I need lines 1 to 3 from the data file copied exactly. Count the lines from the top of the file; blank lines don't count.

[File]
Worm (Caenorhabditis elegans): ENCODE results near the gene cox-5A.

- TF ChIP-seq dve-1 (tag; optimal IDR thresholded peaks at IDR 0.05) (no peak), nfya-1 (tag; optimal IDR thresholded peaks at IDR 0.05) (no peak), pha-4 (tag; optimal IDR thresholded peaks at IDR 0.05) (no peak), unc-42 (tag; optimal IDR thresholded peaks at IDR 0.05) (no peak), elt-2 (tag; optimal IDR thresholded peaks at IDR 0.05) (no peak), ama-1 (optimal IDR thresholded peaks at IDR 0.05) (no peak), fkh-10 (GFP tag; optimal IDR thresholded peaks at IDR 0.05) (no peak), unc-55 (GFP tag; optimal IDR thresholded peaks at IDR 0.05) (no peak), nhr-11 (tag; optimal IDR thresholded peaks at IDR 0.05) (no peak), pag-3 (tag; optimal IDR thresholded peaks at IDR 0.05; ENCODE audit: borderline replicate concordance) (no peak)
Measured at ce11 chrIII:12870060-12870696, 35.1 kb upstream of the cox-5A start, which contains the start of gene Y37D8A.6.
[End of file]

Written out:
Worm (Caenorhabditis elegans): ENCODE results near the gene cox-5A.

- TF ChIP-seq dve-1 (tag; optimal IDR thresholded peaks at IDR 0.05) (no peak), nfya-1 (tag; optimal IDR thresholded peaks at IDR 0.05) (no peak), pha-4 (tag; optimal IDR thresholded peaks at IDR 0.05) (no peak), unc-42 (tag; optimal IDR thresholded peaks at IDR 0.05) (no peak), elt-2 (tag; optimal IDR thresholded peaks at IDR 0.05) (no peak), ama-1 (optimal IDR thresholded peaks at IDR 0.05) (no peak), fkh-10 (GFP tag; optimal IDR thresholded peaks at IDR 0.05) (no peak), unc-55 (GFP tag; optimal IDR thresholded peaks at IDR 0.05) (no peak), nhr-11 (tag; optimal IDR thresholded peaks at IDR 0.05) (no peak), pag-3 (tag; optimal IDR thresholded peaks at IDR 0.05; ENCODE audit: borderline replicate concordance) (no peak)
Measured at ce11 chrIII:12870060-12870696, 35.1 kb upstream of the cox-5A start, which contains the start of gene Y37D8A.6.